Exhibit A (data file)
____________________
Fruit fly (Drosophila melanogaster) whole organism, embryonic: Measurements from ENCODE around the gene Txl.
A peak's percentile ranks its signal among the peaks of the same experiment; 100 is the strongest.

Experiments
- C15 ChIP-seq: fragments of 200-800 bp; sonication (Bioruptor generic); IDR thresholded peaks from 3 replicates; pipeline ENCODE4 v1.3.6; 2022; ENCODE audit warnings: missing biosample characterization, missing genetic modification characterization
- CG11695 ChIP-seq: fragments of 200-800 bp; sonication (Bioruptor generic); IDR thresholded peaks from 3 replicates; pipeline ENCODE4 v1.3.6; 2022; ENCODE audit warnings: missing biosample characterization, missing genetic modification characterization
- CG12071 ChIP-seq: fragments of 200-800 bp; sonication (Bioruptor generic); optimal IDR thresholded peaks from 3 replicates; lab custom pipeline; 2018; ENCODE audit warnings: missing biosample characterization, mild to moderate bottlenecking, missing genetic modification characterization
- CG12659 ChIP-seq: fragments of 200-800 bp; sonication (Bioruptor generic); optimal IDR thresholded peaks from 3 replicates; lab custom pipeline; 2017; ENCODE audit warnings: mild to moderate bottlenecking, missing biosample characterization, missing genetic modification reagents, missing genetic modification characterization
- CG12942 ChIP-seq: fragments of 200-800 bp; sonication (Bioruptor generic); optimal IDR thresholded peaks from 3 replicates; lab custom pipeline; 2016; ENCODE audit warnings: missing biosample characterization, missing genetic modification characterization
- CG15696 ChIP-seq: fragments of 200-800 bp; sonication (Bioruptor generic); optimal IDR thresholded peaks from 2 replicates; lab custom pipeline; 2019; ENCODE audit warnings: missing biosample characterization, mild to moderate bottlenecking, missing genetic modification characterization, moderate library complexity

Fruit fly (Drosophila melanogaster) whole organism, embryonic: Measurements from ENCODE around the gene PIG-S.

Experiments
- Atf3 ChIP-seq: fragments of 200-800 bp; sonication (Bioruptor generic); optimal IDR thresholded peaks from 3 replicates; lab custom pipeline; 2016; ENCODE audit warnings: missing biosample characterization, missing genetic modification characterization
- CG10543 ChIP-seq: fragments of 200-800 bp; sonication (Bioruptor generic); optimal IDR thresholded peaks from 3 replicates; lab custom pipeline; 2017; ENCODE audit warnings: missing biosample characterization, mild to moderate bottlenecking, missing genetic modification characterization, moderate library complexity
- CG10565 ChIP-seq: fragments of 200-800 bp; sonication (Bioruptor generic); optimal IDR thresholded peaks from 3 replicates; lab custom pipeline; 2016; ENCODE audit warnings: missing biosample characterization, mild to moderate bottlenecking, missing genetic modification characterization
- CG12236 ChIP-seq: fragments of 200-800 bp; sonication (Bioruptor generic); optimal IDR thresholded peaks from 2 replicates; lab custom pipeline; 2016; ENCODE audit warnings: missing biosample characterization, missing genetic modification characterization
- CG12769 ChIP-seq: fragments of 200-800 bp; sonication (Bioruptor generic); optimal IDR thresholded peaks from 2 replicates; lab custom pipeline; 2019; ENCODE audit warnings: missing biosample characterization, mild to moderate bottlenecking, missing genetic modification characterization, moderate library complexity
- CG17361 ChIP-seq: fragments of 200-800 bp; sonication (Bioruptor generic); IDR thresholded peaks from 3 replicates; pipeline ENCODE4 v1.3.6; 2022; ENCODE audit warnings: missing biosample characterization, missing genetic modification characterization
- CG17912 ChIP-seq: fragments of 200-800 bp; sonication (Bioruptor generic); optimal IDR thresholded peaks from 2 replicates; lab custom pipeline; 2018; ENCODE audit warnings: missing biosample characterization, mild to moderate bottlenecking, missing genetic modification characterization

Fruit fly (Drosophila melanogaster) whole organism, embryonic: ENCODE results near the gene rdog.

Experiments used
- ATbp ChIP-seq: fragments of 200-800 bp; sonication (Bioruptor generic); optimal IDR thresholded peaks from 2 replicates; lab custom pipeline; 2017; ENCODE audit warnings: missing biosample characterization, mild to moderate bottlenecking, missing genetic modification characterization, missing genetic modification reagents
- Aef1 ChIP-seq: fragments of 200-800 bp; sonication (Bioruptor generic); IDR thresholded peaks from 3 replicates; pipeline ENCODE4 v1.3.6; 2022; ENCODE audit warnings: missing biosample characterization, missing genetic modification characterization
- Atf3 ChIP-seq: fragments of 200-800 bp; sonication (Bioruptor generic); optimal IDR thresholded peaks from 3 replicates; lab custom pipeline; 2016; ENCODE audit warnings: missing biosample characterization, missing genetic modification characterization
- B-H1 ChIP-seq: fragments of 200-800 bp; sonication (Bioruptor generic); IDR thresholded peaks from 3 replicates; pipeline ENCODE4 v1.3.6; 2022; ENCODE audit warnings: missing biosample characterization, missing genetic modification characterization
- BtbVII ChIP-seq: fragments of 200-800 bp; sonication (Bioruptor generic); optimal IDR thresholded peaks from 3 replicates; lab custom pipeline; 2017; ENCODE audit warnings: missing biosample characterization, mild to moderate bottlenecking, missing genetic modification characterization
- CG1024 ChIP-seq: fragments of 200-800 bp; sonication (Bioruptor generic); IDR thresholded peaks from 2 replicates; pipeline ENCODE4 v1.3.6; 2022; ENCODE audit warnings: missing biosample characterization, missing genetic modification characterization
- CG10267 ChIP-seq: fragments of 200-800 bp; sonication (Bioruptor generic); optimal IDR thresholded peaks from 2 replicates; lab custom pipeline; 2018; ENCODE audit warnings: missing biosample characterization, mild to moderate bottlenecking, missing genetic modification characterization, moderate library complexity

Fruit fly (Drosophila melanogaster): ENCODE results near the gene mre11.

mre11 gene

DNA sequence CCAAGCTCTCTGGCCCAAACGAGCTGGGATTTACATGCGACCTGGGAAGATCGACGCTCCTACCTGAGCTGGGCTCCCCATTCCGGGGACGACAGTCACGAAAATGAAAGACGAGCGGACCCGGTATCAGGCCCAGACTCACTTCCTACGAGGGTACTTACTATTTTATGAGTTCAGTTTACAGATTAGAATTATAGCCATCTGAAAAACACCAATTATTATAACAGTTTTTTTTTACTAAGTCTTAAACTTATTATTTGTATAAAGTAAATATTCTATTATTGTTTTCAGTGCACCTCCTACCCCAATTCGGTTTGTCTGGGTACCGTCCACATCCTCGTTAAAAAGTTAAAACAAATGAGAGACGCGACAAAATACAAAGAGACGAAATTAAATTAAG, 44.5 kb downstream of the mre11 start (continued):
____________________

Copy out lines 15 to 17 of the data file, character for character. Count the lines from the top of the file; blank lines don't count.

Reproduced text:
- CG12236 ChIP-seq: fragments of 200-800 bp; sonication (Bioruptor generic); optimal IDR thresholded peaks from 2 replicates; lab custom pipeline; 2016; ENCODE audit warnings: missing biosample characterization, missing genetic modification characterization
- CG12769 ChIP-seq: fragments of 200-800 bp; sonication (Bioruptor generic); optimal IDR thresholded peaks from 2 replicates; lab custom pipeline; 2019; ENCODE audit warnings: missing biosample characterization, mild to moderate bottlenecking, missing genetic modification characterization, moderate library complexity
- CG17361 ChIP-seq: fragments of 200-800 bp; sonication (Bioruptor generic); IDR thresholded peaks from 3 replicates; pipeline ENCODE4 v1.3.6; 2022; ENCODE audit warnings: missing biosample characterization, missing genetic modification characterization